Better treatment, more opportunity for RFS volunteers recommended in ACT bushfire inquiry

Dominic Giannini 2 October 2020
Two ACT Rural Fire Service firefighters battling blaze.

ACT Rural Fire Service members raised a number of concerns about being sidelined during the past bushfire season. Photo: Supplied.

Inadequate masks, poor volunteer treatment, not enough access to opportunity, and a lack of government funding for fences have all been identified by a review of ACT emergency services responses to the past bushfire season.

The grievances of rural landholders in the ACT were specifically acknowledged in the report – conducted by the Standing Committee on Justice and Community Safety – which recommends at least 50 per cent of the rebuilding cost for fences be fronted by the ACT Government.

Work to widen the firebreaks between Namadgi National Park and rural landholder neighbours is also needed ahead of the upcoming fire season.


READ MORE: Boundary lines blurred by who fixes the fences


During the inquiry’s hearings, the Rural Landholders Association criticised the ACT Government for leaving rural landholders high and dry financially when it came to repairing the devastation from the Orroral Valley bushfire.

Updated breathing apparatuses for the ACT Rural Fire Service (ACT RFS) are also needed, with the current P2 masks being labelled as “not adequate for firefighters” by the committee.

ACT RFS volunteers receive disposable P2 masks, similar to ones purchased by many Canberrans when smoke blanketed the city earlier this year, but trials are underway to upgrade to the bulkier, but more effective, P3 masks.

However, ACT RFS chief officer Rohan Scott admitted that mask trials can take years.

“We have had input from all brigades,” he told the inquiry in September. “We did some trials during the past season and we have also conducted some controlled experiences in the smokehouse where we were trying different types of masks.

“We have also been working with the NSW RFS to see what they are doing in the same context of better respiratory protection for their members.”


READ MORE: Behind the mask: RFS trials to go beyond next bushfire season


Equal treatment of volunteers and full-time staff is also needed as cultural problems within the Emergency Services Agency (ESA) led to fractured relationships between it and RFS volunteers, the inquiry found.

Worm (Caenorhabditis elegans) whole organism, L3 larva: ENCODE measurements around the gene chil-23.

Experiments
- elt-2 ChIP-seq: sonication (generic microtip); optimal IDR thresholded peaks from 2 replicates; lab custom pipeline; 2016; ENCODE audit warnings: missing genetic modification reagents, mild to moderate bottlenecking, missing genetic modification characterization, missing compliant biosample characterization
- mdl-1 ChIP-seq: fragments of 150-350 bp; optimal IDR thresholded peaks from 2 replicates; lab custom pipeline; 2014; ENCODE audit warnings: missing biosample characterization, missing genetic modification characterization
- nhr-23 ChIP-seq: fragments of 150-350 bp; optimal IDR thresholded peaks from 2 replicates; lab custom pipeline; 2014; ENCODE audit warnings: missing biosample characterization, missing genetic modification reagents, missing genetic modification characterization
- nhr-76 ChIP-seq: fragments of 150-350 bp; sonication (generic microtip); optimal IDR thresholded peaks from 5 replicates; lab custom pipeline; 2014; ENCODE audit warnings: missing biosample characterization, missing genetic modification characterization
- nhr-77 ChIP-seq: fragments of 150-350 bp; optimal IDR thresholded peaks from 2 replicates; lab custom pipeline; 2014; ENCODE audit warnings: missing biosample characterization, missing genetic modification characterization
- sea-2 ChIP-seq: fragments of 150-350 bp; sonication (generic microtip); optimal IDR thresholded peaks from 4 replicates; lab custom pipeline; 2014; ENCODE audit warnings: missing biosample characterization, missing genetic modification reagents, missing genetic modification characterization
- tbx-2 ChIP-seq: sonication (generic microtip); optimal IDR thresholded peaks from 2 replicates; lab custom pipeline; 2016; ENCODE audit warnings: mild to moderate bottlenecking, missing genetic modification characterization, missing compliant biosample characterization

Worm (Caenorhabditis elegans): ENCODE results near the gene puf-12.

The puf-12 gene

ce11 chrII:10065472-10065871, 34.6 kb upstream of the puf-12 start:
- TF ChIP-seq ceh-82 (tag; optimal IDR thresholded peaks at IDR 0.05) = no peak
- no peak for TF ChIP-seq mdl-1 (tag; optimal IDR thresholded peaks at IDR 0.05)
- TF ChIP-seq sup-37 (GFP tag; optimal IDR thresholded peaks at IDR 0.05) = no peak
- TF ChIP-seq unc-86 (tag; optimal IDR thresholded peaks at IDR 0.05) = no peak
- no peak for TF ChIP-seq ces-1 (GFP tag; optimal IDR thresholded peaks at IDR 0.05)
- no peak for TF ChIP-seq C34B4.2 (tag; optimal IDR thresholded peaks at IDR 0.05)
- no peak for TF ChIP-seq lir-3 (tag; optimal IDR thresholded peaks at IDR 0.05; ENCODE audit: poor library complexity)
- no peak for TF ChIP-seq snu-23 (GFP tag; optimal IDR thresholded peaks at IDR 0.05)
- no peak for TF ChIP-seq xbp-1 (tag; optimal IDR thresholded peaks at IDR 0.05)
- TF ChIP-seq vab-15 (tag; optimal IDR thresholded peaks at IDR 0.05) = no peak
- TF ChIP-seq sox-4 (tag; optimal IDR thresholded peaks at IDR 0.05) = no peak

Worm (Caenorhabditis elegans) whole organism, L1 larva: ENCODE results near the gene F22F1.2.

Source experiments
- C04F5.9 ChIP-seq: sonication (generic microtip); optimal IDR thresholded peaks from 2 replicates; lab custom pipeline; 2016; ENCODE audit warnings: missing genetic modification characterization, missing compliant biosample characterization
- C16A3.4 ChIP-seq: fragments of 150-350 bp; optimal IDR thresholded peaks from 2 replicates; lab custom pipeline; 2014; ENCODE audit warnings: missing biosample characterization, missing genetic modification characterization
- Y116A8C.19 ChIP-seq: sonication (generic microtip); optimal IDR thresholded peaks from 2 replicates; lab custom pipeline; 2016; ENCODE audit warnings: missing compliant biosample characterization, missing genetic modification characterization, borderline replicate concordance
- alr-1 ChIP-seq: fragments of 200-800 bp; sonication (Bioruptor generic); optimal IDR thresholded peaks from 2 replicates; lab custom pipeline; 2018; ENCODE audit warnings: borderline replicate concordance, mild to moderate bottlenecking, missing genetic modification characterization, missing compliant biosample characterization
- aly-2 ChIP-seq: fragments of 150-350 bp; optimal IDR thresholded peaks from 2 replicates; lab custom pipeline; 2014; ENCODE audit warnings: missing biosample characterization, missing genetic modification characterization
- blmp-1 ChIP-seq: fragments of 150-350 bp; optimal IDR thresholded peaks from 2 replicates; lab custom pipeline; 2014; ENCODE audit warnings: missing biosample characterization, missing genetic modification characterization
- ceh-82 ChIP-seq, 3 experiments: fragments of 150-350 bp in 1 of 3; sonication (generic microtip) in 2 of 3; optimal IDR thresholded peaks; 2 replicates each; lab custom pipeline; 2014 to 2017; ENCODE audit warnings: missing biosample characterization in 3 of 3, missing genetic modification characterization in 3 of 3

“A symptom of the relationship between the RFS and ESA is the matter of catering,” it said. “RFS are expected to bring food with them for entire shifts at their own cost, while paid staff receive catering.”

Volunteer firefighters expressed their frustrations at being sidelined and mishandled during the devastating Orroral Valley bushfire despite being given significant responsibilities, including command roles on interstate deployments.

This includes being left out of Incident Management Teams and as liaison officers.

“Volunteers have lacked a voice in major decisions that affect the service and are demoralised,” wrote veteran ACT RFS firefighter Anura Samara.

“There were occasions when the ACT RFS struggled to fill specific roles for shifts. This was not due to a lack of members, but the limited number of members with the competencies and experience to fill every role while also managing fatigue across multiple shifts.”

Training courses outside of businesses hours, continual recruitment drives and more feedback from the RFS were all recommended to address the limited availability for promotions and limited opportunities to take on higher responsibility roles in the RFS due to infrequent training programs.


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